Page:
t likely have boiled that bird. So, Pierre Franey to the rescue with a delightful poached chicken recipe (which the boys are certain he adapted from Nancy Lincoln's personal repertoire). We did have "Smiling Hill Farm Bread" with it, which is likely enough, but had rice instead of potatoes. This is a great meal, and I recommend it highly.


4 to 6 pounds of chicken pieces, bone in
8 cups water
1 bay leaf
1 onion stuck with 6 cloves
1 tsp allspice
1 carrot cut in half the long way
3 pieces celery, each about 6" long

1 tsp dried thyme
2 tsp salt, or to taste
2 tbsp. lemon juice

Place all in large stock pot; bring to a boil and simmer until the chicken is nearly done, probably about 45 minutes. Strain off 4 cups of the broth and return the pot to the heat.

2 cups rice
4 cups chicken broth

Combine in a pan, and cook 20 minutes, until done. You can add more salt if desired.

Strain off another 2 cups broth, and return the chicken pot to low heat.


2 tbsp. butter
2 tbsp. flour
2 cups chicken broth
1 cup heavy cream
1/2 cup sour cream
1/2 tsp. nutmeg
dash cayenne powder
1/4 cup lemon juice

Melt butter in saucepan; whisk in flour. Heat until smooth and bubbling. Whisk in strained chicken broth, then heavy cream and sour cream. Cook about 10 minutes. Add nutmeg and cayenne powder. Whisk lemon juice in just before serving. Remove the chicken to a serving platter, and serve with the rice and sauce. Note that this will leave you about 2 cups of chicken stock for soup or other recipes.

Note that Mr. Franey called for "2 allspice" instead of the teaspoon of allspice, and he didn't use the lemon juice in his chicken broth. He also used 1 small trussed whole chicken, and only 5 cups water. The heavy cream was his ingredient; I added the sour cream for extra "tang". I think he designs his recipes for 2 to 3 people; I just multiply them.

When Mark was about 3, he wanted to know why Abraham Lincoln was not still president. We replied that he was dead. " What did he die of?"
"He was shot."
" Who shot him?"
"John Wilkes Booth, an actor."
"And what happened to John Wilkes Booth?"
"The army hunted him down and shot him."
"Good. He deserved it. What's an actor?"
This question led to a long explanation which ended with the statement that the Wiggles are actors. Of course, my little genius then wanted to know which Wiggle John Wilkes Booth had been. I replied that he wasn't any of the wiggles that we saw on TV. "So, maybe he was the orange Wiggle, Mommy?"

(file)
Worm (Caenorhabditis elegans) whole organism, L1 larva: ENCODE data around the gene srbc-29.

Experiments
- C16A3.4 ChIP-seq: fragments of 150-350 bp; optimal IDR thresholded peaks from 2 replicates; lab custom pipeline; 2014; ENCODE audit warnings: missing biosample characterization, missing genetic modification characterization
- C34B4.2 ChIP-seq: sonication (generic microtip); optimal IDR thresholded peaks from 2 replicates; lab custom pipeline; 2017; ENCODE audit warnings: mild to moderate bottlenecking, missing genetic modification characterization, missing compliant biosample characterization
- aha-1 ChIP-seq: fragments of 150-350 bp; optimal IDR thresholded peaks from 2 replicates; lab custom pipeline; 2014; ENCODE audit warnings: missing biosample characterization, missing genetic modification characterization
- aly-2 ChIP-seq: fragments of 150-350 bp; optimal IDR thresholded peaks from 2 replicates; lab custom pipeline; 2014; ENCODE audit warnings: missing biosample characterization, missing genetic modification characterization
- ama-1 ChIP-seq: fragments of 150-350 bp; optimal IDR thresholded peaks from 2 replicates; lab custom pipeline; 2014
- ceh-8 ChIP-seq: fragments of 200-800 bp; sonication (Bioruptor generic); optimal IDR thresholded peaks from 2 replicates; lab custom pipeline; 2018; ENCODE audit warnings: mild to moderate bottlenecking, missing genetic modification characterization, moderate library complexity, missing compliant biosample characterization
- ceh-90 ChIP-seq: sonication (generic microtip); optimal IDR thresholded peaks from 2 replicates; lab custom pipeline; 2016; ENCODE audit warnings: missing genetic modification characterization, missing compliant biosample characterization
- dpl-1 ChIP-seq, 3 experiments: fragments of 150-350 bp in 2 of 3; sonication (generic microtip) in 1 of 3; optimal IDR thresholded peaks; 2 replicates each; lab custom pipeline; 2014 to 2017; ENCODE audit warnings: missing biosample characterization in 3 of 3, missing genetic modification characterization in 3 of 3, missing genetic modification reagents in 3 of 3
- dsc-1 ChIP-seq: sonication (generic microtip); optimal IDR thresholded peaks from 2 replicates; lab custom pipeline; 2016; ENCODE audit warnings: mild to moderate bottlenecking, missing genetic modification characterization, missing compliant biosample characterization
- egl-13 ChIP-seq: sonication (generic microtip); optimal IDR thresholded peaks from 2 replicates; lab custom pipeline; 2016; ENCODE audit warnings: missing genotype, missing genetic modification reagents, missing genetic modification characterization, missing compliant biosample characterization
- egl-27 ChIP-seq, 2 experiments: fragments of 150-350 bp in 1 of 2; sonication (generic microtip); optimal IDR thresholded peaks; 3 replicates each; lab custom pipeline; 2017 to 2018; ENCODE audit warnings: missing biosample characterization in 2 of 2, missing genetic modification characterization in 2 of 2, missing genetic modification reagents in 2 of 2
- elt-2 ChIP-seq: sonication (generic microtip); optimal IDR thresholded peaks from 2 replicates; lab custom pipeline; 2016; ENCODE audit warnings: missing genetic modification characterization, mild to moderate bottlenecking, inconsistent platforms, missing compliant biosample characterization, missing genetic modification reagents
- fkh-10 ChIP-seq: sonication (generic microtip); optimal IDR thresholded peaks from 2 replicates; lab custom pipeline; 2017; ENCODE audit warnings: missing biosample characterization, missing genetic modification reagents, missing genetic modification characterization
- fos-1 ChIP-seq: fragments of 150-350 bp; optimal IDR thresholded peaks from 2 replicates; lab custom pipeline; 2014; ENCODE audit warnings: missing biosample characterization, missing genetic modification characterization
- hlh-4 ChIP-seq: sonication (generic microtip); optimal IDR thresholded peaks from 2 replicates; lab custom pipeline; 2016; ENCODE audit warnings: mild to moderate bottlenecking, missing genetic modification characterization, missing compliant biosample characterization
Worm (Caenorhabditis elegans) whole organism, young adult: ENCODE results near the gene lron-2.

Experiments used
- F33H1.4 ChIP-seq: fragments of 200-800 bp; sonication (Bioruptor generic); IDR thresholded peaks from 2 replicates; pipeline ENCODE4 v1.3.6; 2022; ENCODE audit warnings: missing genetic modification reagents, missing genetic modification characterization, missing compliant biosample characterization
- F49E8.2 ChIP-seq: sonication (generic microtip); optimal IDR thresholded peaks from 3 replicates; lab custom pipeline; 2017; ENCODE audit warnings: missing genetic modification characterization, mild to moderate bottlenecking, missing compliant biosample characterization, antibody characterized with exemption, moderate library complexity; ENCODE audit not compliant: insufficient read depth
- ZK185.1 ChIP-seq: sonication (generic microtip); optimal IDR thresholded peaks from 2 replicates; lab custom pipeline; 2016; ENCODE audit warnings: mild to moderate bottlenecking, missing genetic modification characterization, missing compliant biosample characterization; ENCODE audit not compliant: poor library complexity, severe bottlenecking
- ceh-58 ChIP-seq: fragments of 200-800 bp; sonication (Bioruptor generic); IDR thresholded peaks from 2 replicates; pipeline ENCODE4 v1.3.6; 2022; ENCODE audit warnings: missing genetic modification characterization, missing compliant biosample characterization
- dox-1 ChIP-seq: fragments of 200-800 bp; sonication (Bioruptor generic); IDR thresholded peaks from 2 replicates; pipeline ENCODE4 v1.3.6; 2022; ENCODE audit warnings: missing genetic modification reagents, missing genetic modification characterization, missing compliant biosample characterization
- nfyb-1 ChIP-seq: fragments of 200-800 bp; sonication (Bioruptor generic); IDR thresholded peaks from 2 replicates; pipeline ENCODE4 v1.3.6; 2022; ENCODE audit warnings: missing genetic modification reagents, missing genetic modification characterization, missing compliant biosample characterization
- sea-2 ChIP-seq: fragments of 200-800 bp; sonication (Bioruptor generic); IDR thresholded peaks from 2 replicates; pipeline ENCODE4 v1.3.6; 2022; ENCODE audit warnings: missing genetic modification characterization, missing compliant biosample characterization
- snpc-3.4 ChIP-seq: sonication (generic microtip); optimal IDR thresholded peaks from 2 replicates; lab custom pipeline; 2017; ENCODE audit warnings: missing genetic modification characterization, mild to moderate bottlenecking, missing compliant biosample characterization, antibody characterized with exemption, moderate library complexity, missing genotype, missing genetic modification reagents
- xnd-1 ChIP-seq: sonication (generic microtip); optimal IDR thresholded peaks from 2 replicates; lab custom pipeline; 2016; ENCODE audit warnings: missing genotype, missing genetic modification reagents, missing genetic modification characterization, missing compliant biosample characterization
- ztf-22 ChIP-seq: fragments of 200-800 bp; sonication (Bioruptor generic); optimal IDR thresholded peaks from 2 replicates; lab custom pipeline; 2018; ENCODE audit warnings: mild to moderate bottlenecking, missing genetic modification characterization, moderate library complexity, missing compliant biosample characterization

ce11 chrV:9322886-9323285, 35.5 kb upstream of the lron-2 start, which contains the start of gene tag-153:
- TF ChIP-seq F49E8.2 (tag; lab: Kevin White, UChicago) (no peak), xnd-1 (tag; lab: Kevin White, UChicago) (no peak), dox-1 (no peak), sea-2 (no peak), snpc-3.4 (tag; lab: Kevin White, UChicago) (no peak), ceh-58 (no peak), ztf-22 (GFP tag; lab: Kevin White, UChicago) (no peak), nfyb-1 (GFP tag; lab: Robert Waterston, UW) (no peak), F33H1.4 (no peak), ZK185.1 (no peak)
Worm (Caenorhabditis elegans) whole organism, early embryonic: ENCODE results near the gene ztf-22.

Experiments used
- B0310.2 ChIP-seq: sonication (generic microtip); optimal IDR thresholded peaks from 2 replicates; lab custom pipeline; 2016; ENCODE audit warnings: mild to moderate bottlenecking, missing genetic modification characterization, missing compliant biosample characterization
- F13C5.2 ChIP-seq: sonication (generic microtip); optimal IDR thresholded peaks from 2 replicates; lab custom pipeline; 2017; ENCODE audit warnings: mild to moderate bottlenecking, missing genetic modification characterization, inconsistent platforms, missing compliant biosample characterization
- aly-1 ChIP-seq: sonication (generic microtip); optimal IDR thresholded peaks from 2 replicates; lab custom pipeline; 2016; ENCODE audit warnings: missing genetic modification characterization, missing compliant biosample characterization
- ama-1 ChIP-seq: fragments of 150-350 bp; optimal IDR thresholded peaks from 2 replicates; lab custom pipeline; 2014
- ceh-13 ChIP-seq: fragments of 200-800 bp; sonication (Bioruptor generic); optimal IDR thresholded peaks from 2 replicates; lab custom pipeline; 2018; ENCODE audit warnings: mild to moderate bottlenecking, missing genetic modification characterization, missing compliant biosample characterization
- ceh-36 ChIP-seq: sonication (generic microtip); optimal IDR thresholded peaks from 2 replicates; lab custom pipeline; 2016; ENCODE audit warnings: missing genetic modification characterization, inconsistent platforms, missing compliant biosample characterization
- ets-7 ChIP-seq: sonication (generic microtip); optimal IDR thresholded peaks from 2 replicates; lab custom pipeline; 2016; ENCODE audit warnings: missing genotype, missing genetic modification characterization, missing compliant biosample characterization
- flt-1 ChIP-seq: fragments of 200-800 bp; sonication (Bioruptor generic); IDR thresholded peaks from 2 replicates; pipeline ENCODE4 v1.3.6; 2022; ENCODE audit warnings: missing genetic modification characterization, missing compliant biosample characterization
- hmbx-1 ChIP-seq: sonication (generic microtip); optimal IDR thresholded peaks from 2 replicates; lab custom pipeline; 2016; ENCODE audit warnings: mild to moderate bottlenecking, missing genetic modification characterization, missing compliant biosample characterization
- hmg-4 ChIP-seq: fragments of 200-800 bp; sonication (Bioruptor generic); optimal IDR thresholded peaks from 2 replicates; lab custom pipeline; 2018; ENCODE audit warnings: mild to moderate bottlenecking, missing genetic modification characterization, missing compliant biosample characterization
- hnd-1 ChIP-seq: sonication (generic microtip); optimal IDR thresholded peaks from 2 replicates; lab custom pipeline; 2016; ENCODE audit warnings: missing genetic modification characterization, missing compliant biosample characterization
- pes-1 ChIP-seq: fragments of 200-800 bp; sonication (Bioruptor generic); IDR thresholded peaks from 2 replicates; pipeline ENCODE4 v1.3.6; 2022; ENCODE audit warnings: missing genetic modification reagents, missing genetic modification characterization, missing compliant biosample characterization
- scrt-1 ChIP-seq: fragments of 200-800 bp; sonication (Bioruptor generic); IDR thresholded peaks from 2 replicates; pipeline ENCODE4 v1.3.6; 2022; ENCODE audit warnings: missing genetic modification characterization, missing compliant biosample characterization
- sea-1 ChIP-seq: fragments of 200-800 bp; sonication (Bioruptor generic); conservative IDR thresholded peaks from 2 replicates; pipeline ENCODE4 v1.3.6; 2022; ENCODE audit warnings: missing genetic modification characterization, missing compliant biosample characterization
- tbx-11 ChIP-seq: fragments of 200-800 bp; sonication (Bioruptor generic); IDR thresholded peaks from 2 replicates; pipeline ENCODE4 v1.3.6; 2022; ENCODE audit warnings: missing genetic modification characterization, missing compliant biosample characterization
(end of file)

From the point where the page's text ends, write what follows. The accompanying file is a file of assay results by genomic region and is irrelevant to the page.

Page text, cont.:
To this day, in our house, the orange Wiggle shot poor Abe Lincoln.

Monday, February 11, 2008

Canada can have its air mass back, now

5 degrees last night. High of 12 today. Snow squalls yesterday caused a 68 car pileup 40 miles from me. Yep, they're saying we're stuck under a Canadian air mass. Canada, we're done with your cold air. Could you call it home now?

(I actually stuck my camera out the door to take this picture yesterday, before wind kicked up.)

Sunday, February 10, 2008

Egg Drop Soup and Grinders

Where we come from, a long sandwich on a roll, such as those sold at Subway, are Grinders. Here, they call them "Hoagies". I don't even know what that means, or had no clue, until I watched something on either the History Channel or PBS about the Erie Canal through New York state. There I learned that local boys were hired to guide the canal boats through given sections, and these boys were called hoagies. I've since comforted myself that this is the origin of this odd name for grinders. Yes, I'm odd like that, everything must have an origin.

Thus, the origin for "my" recipe for Egg Drop Soup. We had a Chinese attorney about a quarter century ago. He may have been born here, but his mother, Dolly, was definitely China-born, as was his wife. We went to their house for dinner several times, and once they served Egg Drop Soup. It is simple and delicious. I asked them for the recipe, and they gave me a story instead. The best known Chinese soups are chicken broth based, so you have to start with a pan of good chicken broth, they said. Get it to a good boil, then put an egg or two in a measuring cup with a few drops of water. Whip the egg up very well with a fork, then start the chicken broth to spinning in the pan with a wooden spoon. Drizzle the egg into the spinning chicken broth, which will create those egg shreds, and keep stirring for no more than one minute. Serve immediately. Dolly ran a restaurant in NYC; we went there once with our first three red haired sons, then 2, 1 and newborn. I cannot tell you how many people came to see those children, and Dolly took the 2 year old around to visit many of her patrons, who were also friends. They babbled at him in Chinese, and he babbled right back in babyese. She was delightful, her food was astonishing, and her Egg Drop Soup is splendid.


1-1/2 cups water
6 tsp yeast
4 cups flour
1-1/2 tsp sugar
1-1/2 tsp salt
1 tbsp oil